Cavanaugh: In a letter to her, we highlighted the pattern of gross human rights violations. This pattern has been documented faithfully by the State Department's own Country Reports [on Human Rights Practices], as well, by the way, but in a typically schizophrenic response, [when it comes time to allocate assistance to Uzbekistan] the State Department denies this pattern. [For background see Eurasia Insight Archive]. We asked that the State Department to deny Uzbekistan the human-rights certification of the Cooperative Threat Reduction Pact mandated by Nunn-Lugar. We asked that she secure the release from prison of [human rights defenders] Ismoil Adylov, Meli Kobilov, and Mahbuba Kasymova. And we urged her to raise concern about the ongoing arrests of religious "extremists." The criminalization of free belief is a violation of Uzbekistan's obligations under international human rights law. The U.S. should send the message that there will be consequences for this.
CEP: This is Madeleine Albright's first visit to Central Asia as Secretary of State. What conclusions can be drawn from the timing of her visit about U.S. policy toward the region?
Cavanaugh: It suggests that U.S. policy toward Central Asia is that everything is more important than human rights: counter-terrorism, counter-narcotics, interstate relations. Security takes complete and total precedence over human rights. Some might take exception to that conclusion, but the message conveyed is that [the Uzbek government] can continue to thumb its nose at its human rights commitments. [No matter what it does,], it will still get visits from senior U.S. officials, diplomatic kudos, and money, to boot.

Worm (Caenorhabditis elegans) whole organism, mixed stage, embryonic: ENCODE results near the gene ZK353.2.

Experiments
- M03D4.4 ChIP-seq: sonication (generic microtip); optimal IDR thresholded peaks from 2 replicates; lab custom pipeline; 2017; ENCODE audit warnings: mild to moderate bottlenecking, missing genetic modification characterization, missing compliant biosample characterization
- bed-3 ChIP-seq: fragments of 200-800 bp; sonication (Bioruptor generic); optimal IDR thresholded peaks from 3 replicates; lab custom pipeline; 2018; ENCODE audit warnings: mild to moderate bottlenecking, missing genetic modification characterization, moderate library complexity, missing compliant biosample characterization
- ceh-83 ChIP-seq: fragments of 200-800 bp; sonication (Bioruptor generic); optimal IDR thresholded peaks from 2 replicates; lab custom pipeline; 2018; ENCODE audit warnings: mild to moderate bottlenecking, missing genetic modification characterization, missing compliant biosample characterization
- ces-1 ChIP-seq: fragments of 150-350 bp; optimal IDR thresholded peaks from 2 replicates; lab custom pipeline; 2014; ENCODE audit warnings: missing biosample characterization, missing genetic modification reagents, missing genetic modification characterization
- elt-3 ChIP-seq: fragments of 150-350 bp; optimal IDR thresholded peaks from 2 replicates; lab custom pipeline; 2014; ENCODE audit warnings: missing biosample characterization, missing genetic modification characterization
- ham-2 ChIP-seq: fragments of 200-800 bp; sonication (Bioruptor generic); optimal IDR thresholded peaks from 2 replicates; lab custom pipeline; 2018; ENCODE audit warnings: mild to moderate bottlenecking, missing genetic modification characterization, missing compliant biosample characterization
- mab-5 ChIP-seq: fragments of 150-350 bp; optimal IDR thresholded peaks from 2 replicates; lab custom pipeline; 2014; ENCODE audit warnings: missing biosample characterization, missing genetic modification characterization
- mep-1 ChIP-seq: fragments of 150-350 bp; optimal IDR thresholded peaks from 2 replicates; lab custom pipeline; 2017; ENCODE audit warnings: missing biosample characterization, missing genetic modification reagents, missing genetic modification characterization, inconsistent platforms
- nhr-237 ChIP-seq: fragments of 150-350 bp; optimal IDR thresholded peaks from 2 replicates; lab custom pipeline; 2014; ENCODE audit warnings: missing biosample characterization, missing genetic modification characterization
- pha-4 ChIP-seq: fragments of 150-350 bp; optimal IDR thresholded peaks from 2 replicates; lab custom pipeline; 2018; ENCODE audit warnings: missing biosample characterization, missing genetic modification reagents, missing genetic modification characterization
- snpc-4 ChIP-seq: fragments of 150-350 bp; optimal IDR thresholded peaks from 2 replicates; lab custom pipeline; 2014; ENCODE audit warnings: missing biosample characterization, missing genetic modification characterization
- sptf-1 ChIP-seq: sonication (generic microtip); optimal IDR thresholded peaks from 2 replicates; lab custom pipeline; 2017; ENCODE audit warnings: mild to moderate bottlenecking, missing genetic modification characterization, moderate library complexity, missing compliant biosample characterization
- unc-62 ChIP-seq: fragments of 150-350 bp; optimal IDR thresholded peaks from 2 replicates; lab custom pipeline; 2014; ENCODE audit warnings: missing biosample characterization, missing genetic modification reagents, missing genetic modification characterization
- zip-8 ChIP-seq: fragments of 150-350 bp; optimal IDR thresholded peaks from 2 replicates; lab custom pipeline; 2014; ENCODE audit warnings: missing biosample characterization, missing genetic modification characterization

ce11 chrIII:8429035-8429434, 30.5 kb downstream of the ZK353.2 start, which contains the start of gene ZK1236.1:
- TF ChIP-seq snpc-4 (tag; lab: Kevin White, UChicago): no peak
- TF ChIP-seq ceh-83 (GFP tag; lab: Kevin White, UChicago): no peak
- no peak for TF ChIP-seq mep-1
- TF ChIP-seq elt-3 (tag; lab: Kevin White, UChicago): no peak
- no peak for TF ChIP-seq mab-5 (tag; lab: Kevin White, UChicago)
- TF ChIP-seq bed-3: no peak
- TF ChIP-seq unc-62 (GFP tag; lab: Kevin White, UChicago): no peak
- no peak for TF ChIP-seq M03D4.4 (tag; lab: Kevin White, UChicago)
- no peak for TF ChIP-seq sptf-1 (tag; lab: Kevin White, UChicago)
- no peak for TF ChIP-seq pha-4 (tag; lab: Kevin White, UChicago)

CEP: Do you discount then the reportedly stern human rights criticism Secretary Albright gave to Kyrgyzstan's President Akayev on this same trip?
Cavanaugh: She gave criticism, but she also gave $3 million in military assistance. I see it as a reward, and I'm sure Akayev does, as well.
CEP: Please update us on the international campaign to establish the mandate for a UN Special Rapporteur on Human Rights Defenders.
Cavanaugh: The UN Human Rights Commission should be voting this month to make this happen. It's not clear whether it will take the form of a Special Rapporteur or a Special Representative of the Secretary General. The main thing is the mandate. The 44-NGO coalition backing the plan, headed by the International Service for Human Rights, has submitted amendments to the draft resolution to enable this person to make recommendations, not just receive information. We are confident that it will result in a strong mandate.
CEP: How does Human Rights Watch assess the impact of Secretary Albright's visit to Uzbekistan?
Cavanaugh: Human Rights Watch is deeply disturbed that the Secretary's visit continues the perverse paradox in US Central Asia policy. On the one hand, we welcome the Secretary's remarks to the effect that tarring all Muslims with the brush of terrorism is both morally wrong and politically destabilizing. On the other, the extension of still more aid, 10 million more dollars to the "power ministries" of the Uzbek government is unconscionable. The announcement that Uzbek representatives will be invited to participate in a June conference in Washington on "counter terrorism" only confirms for the Uzbeks that the U.S. supports their actions despite their massive human rights violations. Every year the Uzbek government is arresting, torturing and convicting hundreds more men on vague charges of "religious extremism," not for their actions, but for expressing their opposition to the government's policies in religious terms, or even for suspicion of doing so. Until they cease these abuses, all security assistance should be off-limits.